8 Guidebook on Best Practices for Airport Cybersecurity Seventy-five airports were affected and two had systems that were compromised as a result (Center for Internet Security 2013). The Airport Operations Division of the Metropolitan Washington Airport Authority uninten- tionally published a request for procurement (RFP) on its website containing sensitive security information (SSI) detailing the outsourced electronic security system at the Ronald Reagan Washington National Airport (DCA). This RFP was not vetted through the IT department. Miami International Airport (MIA) has experienced almost 20,000 hack attempts per day before investing in training, education, and new hardware to protect itself from cyberattacks (Palmer 2013). Los Angeles World Airports (LAX, ONT, VNY, and PMD) blocked almost 60,000 cases of Internet misuse and 2.9 million hacking attempts in one year. LAX also experienced a number of cyber incidents related to malware that targeted a network baggage system (Cheong 2011). U.S. airport computer and communications systems were among the targets announced by the Tunisian Hackers Team in April 2014 (Kimery 2014). Researchers have demonstrated that some passenger screening devices used by the Trans- portation Security Administration (TSA) can be tampered with so that they do not provide the proper alerts if an attacker gains physical access to data ports on the devices (Rios 2014). Although not directly the responsibility of the airport, compromised TSA equipment could impair airport operations and expose additional vulnerabilities. A truck driver jamming his vehicle’s global positioning system (GPS) receiver inadvertently interfered with an airport GPS augmentation system used to support aircraft approach proce- dures at Newark International Airport (EWR). Istanbul’s Atatürk International Airport (IST) had password control systems shut down by what is believed to have been a malware attack resulting in departure delays and extended waiting time for passengers (Paganini 2013). An undisclosed major, non-U.S., international airport uncovered a variant of the Citadel Trojan malware that targeted virtual private network (VPN) credentials used by employees (Klein 2012, Kumar 2012). The Dubai International Airport (DXB) had 50 email addresses and associated passwords stolen by a team of hackers from the Portugal Cyber Army and the HighTech Brazil HackTeam (Selvan 2013). The website of Catania–Fontanarossa Airport (CTA) in Italy was hacked and shut down for a few hours. A 22-year-old suspect was believed to have illegally accessed and damaged data (Kumar 2011). The Airports Authority of India’s enterprise resource planning system was successfully hacked resulting in the system becoming inoperative, but more importantly resulting in the loss of personal data on employees (Vijay 2014, The Asian Age 2014). To combat these and other potential cyberattacks, many airports have taken measures to protect their data and systems. As Figure 2 shows, the top rationale for taking such measures is to prevent service interruptions, although preventing property damage or loss of life, preventing loss of information, preserving the airport’s reputation, and complying with regulations are key motivators as well. Driven by these motivators, many airports have established cybersecurity programs [accord- ing to 32 of 41 (78%) survey respondents who answered this question]. Most of these programs are based on written organizational policy [24 of 32 respondents (75%) of those who answered this question]. These programs often encompass an inventory of critical systems and assets, vulnerability assessments, monitoring for anomalous activity, configuration management, physical security, training, and other measures. Unfortunately, only about half of survey respondents who answered this question [19 of 39 (49%)] felt that these measures provided adequate protection.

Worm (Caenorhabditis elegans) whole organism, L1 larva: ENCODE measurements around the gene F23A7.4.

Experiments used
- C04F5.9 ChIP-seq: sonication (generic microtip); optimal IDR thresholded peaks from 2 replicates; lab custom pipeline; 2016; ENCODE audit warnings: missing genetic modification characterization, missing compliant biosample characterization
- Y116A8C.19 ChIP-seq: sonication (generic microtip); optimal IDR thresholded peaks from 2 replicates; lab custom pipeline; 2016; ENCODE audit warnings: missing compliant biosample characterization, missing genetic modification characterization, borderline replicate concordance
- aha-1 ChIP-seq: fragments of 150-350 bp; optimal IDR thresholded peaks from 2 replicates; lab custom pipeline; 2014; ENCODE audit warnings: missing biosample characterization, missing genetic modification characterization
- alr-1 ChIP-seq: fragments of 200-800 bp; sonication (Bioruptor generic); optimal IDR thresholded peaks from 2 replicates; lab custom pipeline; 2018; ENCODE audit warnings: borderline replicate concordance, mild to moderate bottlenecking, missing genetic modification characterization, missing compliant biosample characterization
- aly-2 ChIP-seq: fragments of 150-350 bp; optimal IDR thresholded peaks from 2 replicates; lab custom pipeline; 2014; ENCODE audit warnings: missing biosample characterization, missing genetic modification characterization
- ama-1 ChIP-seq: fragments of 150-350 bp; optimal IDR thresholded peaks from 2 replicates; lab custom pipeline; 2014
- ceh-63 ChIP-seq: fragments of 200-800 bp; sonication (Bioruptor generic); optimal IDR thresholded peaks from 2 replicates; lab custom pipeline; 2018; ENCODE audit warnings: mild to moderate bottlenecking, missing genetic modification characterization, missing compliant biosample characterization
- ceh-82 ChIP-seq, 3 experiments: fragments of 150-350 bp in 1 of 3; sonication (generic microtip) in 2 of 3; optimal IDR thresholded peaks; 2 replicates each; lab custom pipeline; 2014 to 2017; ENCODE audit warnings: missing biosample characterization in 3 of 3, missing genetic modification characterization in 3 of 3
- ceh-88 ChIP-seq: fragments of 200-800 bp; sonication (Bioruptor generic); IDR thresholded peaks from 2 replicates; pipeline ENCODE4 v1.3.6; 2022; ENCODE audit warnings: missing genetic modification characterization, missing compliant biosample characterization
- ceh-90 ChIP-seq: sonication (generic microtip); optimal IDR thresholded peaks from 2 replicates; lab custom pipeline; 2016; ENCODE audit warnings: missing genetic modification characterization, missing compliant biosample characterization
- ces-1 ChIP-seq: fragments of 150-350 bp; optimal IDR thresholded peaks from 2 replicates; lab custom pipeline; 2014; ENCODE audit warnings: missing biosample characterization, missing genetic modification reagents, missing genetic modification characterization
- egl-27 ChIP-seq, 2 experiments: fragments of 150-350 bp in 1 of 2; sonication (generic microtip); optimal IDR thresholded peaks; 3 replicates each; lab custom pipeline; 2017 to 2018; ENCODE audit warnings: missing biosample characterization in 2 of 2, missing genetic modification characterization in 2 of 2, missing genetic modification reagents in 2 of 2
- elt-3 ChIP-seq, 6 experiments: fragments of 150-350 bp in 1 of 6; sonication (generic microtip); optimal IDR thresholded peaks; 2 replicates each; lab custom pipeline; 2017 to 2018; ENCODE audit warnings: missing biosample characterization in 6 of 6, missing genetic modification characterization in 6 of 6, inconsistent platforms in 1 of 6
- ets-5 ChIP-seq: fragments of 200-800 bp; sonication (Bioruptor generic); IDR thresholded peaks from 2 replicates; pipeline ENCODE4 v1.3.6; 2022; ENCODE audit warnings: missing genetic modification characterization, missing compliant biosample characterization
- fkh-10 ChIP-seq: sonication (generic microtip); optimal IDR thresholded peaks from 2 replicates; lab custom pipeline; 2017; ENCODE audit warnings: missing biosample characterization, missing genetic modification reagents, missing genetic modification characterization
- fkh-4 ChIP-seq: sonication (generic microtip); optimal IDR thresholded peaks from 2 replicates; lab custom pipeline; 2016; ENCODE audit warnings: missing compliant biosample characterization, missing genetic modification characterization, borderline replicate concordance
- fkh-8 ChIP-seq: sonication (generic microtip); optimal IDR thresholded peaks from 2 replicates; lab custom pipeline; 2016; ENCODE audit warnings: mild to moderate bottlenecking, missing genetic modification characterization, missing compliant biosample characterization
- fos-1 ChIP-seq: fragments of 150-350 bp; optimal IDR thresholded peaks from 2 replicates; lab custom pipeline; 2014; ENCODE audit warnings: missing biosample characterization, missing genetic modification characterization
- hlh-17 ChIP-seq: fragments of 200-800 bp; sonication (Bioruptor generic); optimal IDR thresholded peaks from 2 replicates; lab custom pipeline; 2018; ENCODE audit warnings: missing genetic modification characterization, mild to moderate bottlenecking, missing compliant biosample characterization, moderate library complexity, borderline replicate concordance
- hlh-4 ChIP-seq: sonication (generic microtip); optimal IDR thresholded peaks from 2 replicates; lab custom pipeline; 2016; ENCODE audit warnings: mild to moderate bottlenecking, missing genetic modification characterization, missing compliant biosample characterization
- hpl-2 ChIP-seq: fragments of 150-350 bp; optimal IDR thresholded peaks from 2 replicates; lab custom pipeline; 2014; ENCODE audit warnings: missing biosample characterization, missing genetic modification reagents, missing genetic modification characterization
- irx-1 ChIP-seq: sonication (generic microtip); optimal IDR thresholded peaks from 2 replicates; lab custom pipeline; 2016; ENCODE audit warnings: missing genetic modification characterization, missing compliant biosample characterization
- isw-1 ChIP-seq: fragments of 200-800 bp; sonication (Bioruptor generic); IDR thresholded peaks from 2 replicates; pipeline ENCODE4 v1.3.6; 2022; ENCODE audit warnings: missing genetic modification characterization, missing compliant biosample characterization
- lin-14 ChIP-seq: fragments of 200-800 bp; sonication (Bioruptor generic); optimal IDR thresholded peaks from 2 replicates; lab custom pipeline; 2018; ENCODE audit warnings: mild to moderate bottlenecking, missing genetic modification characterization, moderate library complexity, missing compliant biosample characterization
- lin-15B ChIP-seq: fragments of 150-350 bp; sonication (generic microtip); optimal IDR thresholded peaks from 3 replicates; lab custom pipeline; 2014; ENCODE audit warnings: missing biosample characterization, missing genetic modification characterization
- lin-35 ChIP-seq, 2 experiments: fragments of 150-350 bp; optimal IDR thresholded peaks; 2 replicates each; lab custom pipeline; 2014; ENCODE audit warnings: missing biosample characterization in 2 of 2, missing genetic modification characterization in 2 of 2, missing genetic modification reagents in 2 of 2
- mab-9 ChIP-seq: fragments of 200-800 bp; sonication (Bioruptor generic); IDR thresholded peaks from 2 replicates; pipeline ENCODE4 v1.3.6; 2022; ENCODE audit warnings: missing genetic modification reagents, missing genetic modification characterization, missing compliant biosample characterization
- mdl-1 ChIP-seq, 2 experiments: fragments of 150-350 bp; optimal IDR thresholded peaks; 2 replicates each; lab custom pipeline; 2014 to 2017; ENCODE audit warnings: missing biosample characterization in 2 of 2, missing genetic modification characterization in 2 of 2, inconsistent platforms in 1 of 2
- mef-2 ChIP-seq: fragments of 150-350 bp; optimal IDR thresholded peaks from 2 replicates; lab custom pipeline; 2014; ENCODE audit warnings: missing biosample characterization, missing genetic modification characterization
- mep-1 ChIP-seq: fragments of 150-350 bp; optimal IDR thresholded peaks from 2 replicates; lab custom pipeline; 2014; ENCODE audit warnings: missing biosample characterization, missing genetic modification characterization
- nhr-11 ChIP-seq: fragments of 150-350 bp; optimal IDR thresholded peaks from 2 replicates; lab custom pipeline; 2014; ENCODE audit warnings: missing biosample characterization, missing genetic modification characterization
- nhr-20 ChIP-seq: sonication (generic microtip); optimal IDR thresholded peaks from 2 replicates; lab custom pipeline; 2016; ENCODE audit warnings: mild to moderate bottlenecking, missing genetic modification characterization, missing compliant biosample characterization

What Is Cybersecurity? 9 Fortunately, there is a growing number of resources that an airport can use to protect its data and systems. This mitigation requires specialized technical skills, software, and hardware as well as well-defined policies and procedures. While some airports have been able to provide such protection, not all airports can obtain, retain, and maintain the necessary staff and infrastructure. There is, however, a growing number of public and private organizations that can help airports establish and maintain effective cybersecurity programs. The National Institute of Standards and Technology (NIST) Framework for Improving Critical Infrastructure Cybersecurity, the Department of Homeland Security (DHS)–funded Multi-State Information Sharing and Analysis Center (MS-ISAC), and the Payment Card Industry (PCI) Data Security Standards (DSS) are just a few of the resources airports have tapped. The remainder of this guidebook is intended to help airports develop, and then to maintain, an approach to cybersecurity that leverages these organizations and other resources. Source: 27 of 55 (49%) survey respondents. 0 5 10 15 20 25 Figure 2. Reasons for implementing cybersecurity.

Next: Chapter 3 - An Approach to Cybersecurity at Airports »
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TRB’s Airport Cooperative Research Program (ACRP) Report 140: Guidebook on Best Practices for Airport Cybersecurity provides information designed to help reduce or mitigate inherent risks of cyberattacks on technology-based systems.

Traditional IT infrastructure such as servers, desktops, and network devices are covered along with increasingly sophisticated and interconnected industrial control systems, such as baggage handling, temperature control, and airfield lighting systems.

The guidebook also includes a CD-ROM of multimedia material that may be used to educate all staff at airports about the need, and how, to be diligent against cybersecurity threats.

The CD-ROM is also available for download from TRB’s website as an ISO image. Links to the ISO image and instructions for burning a CD-ROM from an ISO image are provided below.

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CD-ROM Disclaimer - This software is offered as is, without warranty or promise of support of any kind either expressed or implied. Under no circumstance will the National Academy of Sciences or the Transportation Research Board (collectively "TRB") be liable for any loss or damage caused by the installation or operation of this product. TRB makes no representation or warranty of any kind, expressed or implied, in fact or in law, including without limitation, the warranty of merchantability or the warranty of fitness for a particular purpose, and shall not in any case be liable for any consequential or special damages.